In the PwC Family Business Survey 2016 — the Malaysian chapter points out that although 69% of local family businesses have members of the next generation working in the company, but only 15% have a robust, documented and communicated succession plan. That survey reflects a looming universal trend among family businesses that tend to overlook the dire consequences when senior business leaders set aside or completely neglect succession planning.

Another source of major conflict and possibly one of the biggest dangers faced by family businesses today is the risk of the younger generation taking it as a free ride and feeling a sense of entitlement to a position in the company purely because of his or her surname. To avoid this, Royal Selangor employs a policy wherein every family member has to work in another company for a period of time before joining the business.

“The rationale behind working in another organization and the reason why that rule is in place is because you have to have something to contribute and bring to the table if you want to work for the company”.


Role Confusion Can Lead to Disastrous Results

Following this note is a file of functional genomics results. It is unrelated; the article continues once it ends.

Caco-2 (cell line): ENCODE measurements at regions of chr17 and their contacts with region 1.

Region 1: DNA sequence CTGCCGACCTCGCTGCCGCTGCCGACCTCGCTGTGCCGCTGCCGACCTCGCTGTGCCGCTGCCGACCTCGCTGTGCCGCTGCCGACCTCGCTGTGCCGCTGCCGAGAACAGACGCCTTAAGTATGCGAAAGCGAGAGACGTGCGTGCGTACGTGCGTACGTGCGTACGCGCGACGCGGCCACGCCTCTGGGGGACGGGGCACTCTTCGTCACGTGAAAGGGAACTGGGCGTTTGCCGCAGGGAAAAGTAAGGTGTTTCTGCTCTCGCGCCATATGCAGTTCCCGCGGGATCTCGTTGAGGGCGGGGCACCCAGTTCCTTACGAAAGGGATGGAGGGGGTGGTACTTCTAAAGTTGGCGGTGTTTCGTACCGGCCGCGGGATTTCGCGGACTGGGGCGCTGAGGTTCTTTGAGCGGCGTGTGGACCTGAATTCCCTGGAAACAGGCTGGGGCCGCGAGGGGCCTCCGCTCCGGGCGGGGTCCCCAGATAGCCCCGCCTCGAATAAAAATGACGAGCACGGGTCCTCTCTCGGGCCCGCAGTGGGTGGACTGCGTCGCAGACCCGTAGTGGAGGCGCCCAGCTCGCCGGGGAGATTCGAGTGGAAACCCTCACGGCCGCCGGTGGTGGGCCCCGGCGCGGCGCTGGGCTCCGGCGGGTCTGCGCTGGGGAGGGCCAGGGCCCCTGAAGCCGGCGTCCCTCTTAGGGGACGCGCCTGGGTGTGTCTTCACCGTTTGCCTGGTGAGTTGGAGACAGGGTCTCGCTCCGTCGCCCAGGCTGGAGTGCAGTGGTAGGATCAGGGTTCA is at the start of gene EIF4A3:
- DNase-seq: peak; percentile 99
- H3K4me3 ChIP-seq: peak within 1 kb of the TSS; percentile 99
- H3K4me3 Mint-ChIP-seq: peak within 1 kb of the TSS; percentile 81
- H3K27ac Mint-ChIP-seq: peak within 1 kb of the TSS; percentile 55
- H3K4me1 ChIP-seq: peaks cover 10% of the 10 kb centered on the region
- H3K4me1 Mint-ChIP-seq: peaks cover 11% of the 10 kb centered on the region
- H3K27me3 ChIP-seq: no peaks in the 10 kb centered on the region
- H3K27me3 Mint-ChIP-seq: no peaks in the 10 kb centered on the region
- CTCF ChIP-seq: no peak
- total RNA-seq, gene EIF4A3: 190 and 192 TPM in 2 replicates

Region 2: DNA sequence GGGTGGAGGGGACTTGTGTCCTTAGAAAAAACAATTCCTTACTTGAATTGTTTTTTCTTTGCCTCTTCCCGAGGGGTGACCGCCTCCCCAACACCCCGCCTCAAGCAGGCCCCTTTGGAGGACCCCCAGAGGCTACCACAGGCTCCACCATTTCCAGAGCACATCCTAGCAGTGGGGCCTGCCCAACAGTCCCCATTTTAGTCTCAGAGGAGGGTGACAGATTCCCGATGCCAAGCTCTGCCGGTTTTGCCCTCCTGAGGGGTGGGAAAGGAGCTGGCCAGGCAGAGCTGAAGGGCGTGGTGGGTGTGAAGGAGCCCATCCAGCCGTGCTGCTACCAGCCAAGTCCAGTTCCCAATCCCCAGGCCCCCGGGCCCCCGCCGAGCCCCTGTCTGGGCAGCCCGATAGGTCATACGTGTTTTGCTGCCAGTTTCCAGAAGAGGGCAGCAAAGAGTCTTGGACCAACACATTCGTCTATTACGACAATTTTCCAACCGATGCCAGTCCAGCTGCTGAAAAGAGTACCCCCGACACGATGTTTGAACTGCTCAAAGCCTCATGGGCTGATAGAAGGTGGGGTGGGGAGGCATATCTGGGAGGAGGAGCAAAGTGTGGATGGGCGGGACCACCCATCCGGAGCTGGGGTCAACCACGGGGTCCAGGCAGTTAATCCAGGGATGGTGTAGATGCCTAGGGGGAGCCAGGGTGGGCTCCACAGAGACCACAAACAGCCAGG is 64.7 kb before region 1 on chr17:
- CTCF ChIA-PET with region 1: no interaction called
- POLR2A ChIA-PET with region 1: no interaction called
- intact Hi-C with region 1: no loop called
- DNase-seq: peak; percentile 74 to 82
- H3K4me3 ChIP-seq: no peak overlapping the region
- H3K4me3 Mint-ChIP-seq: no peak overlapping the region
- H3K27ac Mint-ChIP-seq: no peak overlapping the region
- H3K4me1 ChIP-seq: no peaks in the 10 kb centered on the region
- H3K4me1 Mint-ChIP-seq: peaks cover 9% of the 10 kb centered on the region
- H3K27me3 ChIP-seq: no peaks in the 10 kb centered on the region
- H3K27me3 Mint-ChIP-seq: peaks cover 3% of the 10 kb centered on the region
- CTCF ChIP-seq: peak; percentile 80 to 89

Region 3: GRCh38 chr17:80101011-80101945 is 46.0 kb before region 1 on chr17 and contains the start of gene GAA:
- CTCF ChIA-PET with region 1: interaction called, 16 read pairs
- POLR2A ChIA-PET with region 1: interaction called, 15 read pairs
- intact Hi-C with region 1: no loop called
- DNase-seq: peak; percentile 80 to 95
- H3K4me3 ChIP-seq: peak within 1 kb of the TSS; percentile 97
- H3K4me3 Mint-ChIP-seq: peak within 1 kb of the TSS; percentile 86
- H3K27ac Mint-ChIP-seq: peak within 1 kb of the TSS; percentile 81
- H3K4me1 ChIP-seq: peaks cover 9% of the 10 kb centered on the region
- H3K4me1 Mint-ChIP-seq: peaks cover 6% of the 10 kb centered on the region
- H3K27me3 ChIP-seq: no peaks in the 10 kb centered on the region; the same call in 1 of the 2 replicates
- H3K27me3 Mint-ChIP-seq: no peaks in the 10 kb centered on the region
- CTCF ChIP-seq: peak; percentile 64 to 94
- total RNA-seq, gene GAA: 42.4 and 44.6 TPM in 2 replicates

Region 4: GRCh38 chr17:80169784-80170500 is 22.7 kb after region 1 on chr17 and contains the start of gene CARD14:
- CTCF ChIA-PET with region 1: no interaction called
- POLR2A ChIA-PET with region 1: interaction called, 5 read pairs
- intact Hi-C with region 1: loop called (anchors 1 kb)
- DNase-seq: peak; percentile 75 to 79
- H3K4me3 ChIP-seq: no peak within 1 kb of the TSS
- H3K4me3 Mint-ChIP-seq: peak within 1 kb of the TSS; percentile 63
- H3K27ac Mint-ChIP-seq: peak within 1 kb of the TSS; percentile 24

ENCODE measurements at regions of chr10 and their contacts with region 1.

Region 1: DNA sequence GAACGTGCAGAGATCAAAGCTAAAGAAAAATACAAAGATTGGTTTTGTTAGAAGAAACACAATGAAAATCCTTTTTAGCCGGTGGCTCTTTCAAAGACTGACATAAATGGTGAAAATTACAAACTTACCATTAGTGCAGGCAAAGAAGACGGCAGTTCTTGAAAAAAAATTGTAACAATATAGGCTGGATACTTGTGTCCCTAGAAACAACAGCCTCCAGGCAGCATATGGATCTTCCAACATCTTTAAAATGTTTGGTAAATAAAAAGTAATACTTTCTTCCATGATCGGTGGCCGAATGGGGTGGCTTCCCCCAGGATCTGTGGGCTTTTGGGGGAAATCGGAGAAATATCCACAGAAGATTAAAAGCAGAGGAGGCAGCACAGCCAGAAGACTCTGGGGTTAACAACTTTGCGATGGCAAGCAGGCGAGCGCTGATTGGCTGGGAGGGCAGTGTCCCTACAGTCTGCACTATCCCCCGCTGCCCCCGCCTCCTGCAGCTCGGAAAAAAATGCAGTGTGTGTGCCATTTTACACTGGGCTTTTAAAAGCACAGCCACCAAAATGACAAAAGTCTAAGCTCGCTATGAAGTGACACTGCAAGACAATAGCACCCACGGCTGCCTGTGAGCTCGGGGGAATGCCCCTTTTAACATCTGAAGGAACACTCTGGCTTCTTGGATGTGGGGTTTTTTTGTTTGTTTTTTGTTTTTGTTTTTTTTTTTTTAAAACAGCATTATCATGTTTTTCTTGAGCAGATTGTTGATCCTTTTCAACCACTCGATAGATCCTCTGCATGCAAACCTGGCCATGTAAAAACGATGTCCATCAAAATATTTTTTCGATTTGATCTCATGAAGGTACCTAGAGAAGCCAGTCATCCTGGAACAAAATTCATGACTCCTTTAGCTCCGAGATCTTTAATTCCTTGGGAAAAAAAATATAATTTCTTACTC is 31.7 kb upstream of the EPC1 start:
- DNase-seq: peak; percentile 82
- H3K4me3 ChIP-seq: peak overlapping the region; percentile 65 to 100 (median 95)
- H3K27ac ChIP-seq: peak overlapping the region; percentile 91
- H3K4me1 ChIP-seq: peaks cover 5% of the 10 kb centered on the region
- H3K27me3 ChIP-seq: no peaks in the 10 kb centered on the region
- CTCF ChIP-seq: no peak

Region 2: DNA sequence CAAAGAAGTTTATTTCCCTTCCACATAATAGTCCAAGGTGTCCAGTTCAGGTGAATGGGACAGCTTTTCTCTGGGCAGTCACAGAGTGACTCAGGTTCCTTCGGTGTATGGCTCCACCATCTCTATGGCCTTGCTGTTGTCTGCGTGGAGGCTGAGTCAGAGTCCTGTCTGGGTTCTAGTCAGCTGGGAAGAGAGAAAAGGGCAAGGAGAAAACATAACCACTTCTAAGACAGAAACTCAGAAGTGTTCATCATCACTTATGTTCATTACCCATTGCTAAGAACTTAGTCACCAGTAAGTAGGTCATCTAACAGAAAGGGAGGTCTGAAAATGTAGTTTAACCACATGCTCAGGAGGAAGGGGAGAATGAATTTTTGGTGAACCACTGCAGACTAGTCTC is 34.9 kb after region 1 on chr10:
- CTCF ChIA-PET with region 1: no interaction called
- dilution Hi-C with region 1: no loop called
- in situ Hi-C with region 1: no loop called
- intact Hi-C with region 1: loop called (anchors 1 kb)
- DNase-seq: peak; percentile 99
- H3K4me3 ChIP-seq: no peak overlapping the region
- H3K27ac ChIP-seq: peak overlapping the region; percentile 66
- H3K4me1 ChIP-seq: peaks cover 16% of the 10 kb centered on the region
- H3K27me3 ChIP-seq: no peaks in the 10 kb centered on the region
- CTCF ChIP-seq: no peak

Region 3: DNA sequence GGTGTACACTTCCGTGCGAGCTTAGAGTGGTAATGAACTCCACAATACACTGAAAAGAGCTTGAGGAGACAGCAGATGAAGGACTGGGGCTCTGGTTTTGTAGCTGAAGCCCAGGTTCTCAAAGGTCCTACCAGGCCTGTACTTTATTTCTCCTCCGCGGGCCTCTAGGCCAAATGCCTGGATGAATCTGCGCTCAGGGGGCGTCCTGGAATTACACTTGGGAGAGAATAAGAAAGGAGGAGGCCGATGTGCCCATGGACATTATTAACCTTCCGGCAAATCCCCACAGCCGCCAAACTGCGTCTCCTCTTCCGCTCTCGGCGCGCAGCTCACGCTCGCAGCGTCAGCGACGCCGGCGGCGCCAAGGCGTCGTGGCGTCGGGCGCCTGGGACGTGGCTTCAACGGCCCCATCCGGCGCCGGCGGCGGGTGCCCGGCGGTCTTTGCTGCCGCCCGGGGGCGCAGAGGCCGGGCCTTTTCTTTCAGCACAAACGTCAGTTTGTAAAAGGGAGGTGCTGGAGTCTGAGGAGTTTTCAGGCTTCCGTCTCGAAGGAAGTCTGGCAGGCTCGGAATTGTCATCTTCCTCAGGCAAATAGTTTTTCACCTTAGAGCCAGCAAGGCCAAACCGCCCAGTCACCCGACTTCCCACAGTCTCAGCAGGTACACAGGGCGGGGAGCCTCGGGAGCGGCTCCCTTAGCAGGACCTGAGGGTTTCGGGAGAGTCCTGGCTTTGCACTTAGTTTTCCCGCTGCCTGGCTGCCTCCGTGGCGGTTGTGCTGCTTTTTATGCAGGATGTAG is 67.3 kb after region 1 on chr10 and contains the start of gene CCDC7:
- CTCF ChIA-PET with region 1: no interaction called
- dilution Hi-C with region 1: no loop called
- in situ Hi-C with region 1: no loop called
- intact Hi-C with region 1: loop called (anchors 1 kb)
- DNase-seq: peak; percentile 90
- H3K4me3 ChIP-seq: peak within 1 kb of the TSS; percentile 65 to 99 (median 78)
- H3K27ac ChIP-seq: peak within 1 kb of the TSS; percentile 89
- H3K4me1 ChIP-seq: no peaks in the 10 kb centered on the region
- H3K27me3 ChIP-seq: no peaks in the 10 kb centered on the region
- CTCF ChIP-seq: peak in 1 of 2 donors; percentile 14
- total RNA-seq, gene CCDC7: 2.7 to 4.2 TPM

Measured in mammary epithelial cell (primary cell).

I am now sharing the last half of Benny’s email (the 37 year old grandson and eldest 3rd Generation family member), that he sent to me together with his Easter Sunday greeting:

“Prof, despite our imperfections and the family members’ stubborn nature (it is in our DNA), we are grateful that you never gave up on us. Collectively as a family, we are more than determined not to let this governance opportunity pass and we are absolutely committed to pursue our role as stewards aiming for 100 years or more!

So, in behalf of the family, our second-generation leaders and my third-generation cousins, we sincerely thank you for believing in us. 

We look forward to the next Family Council meeting next month!”

Positive feedback like this one I received on Easter Sunday lifts my spirit and emboldens me to continue my advocacy of helping family businesses in Asia.

The Goal of 100 years is Unfolding

Now the C Family is united in its vision of becoming a family-inspired enterprise. The family is now on its way towards fulfilling the founder’s dream in building a legacy that promotes harmony, growth through strategy, professionalism, free from petty conflicts, supported with mutual covenants and a powerful set of values reinforced with legally enforceable shareholder’s agreements!